Shopping for a Basic Tool Kit for Drawing

With my Master Classes in Fine Drawing  underway at the studio, I thought it would be useful post a list of basic materials that we use, and the best suppliers local to Bloomsbury. I have always maintained that one should use the best possible materials for everything, whether it is a rough sketch or finished piece, regardless of experience or professional standing. It makes a big difference to one’s attitude towards drawing – cheap and nasty paper and pencils are discouraging and annoying to use, producing poor results. I am going to keep it simple, listing the stuff that is absolutely tops on my list – but having said this, these are entirely personal choices, and you should feel free to experiment with anything else that takes your eye.

My two favourite art shops are in Bloomsbury:

L. Cornelliisen & Son in Great Russell Street, a few doors down from the British Museum, has been supplying materials to artists since 1855. It is a wonderful old-fashioned shop full of fabulous stuff that you cannot get anywhere else – rare pigments and paints, custom-made tools, and silverpoint drawing supplies. The staff are all artists, and very knowledgeable about the materials and how to use them – it is always worth asking their advice about anything.

Shepherds Falkiners specializes in fine paper and bookbinding supplies, and all manner of other useful things for artists, craftspeople and conservators. They also run classes in bookbinding, and again, they have a dedicated and very knowledgeable staff.

Basic drawing toolkit: Fine quality paper, a range of pencils, a scalpel for sharpening them, putty rubber for cleaning and optionally some loose graphite and a magnifying glass.

For a basic drawing tool kit I recommend:

  • Paper: FABRIANO ARTISTICO – I like the smoothest, which is called “Hot Pressed”, because I want to have the greatest fidelity to the actual mark-making of the drawing. It also comes in “Not” and “Rough” – “Rough” is the most textured, good for watercolour or pastel, “Not” literally means ‘not smooth and not rough’ – somewhere in-between. Fabriano Artistico is a premium rag-paper, not made of wood-pulp so it does not deteriorate, and it is very tough and well-sized. It is a creamy-white colour with deckle edges, and comes in the old ‘Imperial’ sizes – a single sheet is about 56 X 76 cm. You can also buy a range of Fabriano sketchbooks.
  • Sketchbook or Journal: This is an artist’s essential tool; you should always have one on the go. Get one that you can carry around with you without too much hassle – A5 or A4 are good sizes. Personally I like MOLESKINE sketchbooks, with nice smooth cream-coated pages and a pocket to put stuff in. Both the shops I mention above carry unique ranges of beautiful books. It is an important personal accoutrement, so treat yourself!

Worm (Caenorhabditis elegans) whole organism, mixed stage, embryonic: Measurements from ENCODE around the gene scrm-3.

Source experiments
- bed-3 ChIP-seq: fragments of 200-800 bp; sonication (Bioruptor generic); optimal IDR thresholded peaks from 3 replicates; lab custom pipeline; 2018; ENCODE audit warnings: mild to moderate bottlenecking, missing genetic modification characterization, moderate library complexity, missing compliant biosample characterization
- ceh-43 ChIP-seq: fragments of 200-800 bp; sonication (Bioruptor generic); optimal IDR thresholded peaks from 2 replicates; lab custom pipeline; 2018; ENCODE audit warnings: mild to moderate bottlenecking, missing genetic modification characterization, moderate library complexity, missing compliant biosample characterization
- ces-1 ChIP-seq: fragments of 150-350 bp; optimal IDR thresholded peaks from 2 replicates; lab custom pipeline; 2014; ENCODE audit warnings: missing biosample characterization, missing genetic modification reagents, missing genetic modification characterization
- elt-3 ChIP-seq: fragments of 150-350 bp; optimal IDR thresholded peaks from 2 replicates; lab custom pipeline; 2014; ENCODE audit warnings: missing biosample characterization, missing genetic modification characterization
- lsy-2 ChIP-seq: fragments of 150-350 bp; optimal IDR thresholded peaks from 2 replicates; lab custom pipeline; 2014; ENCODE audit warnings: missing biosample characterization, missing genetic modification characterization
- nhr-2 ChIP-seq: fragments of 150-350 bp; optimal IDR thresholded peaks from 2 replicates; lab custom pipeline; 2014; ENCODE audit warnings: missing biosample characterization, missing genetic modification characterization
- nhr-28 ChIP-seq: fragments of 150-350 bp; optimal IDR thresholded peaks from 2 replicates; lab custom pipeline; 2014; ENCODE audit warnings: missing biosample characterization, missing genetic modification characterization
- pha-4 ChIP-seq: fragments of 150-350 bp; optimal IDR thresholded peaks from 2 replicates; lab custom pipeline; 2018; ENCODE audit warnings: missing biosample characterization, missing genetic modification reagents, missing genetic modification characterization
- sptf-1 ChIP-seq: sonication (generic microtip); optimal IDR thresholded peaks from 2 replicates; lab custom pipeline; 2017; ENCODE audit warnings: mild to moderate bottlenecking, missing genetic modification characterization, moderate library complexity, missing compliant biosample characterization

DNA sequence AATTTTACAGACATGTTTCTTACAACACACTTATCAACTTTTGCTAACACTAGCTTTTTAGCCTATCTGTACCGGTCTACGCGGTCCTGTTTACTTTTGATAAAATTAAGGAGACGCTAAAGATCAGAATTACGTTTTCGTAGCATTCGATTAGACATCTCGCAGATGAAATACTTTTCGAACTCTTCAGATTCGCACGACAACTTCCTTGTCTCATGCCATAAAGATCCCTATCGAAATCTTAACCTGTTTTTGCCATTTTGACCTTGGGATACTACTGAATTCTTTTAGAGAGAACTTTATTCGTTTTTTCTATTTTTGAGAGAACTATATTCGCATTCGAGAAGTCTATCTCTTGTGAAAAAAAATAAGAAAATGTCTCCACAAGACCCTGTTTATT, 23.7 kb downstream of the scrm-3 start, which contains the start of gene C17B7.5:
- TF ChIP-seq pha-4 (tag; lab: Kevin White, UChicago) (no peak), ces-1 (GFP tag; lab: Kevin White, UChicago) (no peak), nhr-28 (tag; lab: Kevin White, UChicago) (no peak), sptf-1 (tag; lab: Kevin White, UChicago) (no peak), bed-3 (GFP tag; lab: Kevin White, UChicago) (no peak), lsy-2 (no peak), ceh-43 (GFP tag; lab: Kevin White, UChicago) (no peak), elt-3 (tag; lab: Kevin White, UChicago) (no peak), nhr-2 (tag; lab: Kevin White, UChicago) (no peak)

• Drawing Board: When you are drawing on loose paper you should always use a nice smooth drawing board. If you don’t, the drawing will pick up the texture of whatever it is resting on, which is not desirable. I use 6mm MDF cut to sizes ranging from A3 to A1, and a sheet of glossy FORMICA for a really smooth surface. Always keep your drawing board scrupulously clean, never let paint or smudges accumulate on the surface, as these will ruin the quality of your work.
  • Pencils: Always get the best quality pencils. such as FABER-CASTELL. You need a full range from very hard to very soft. A medium pencil is the ubiquitous HB, hard ones are in the H range and soft ones are in the B range. 8H is usually the hardest you can get, and 8B the softest. Hard pencils produce a lighter coloured line, but can indent the paper; they are very good for precise detail. Soft pencils produce a much darker line that can smudge, which I love for swift shading effects. Having a wide range encourages exciting drawing that has lots of variety in shade, contrast and texture. Further variety can be achieved by adding LOOSE GRAPHITE  (rub it on with a finger for large areas of shade) and CONTE PENCILS which come in an ultra black for deep contrast, or white for highlighting.
  • Scalpel: The traditional SWANN-MORTON SCALPEL with a general-purpose 10A blade is best for sharpening pencils. BUT REMEMBER THESE ARE VERY SHARP SO HANDLE WITH CARE!!! Use controlled strokes aimed away from your body (and keep your fingers behind the blade!) to pare away the wood to expose the pencil lead, then use gentle flicking strokes, turning the pencil all the time, to sharpen the point. You can further refine the point by giving it a gentle sanding on EMERY PAPER. Try to avoid using a pencil sharpener as they never really work and the twisting motion  just puts the lead inside the pencil under stress, causing it to break.
  • Rubber: I do not generally condone the use of rubbers in drawing, as they do not encourage clarity while working. Over-use of a rubber is always obvious and makes the work look laboured, it also destroys the texture of the paper. If it is absolutely essential to erase something only use a top quality eraser, like STAEDTLER MARS PLASTIC. Better still, use a KNEADED PUTTY RUBBER , which simply lifts a graphite mark without spoiling the paper. It is the best thing for cleaning up smudgy art-work after completion, and it can also be used creatively to make highlighted marks in an area of shading.
  • Rough paper: Always have some rough paper to hand, like a few sheets of printer-paper. Use a clean sheet to place under your drawing hand while you work, so that you do not smudge your work, and use another sheet to test pencil-points and strokes before committing to your drawing.

That’s about it for starters – you don’t have to buy everything at once, just enjoy getting it together bit by bit, and enjoy browsing and experimenting!

A page from my sketchbook

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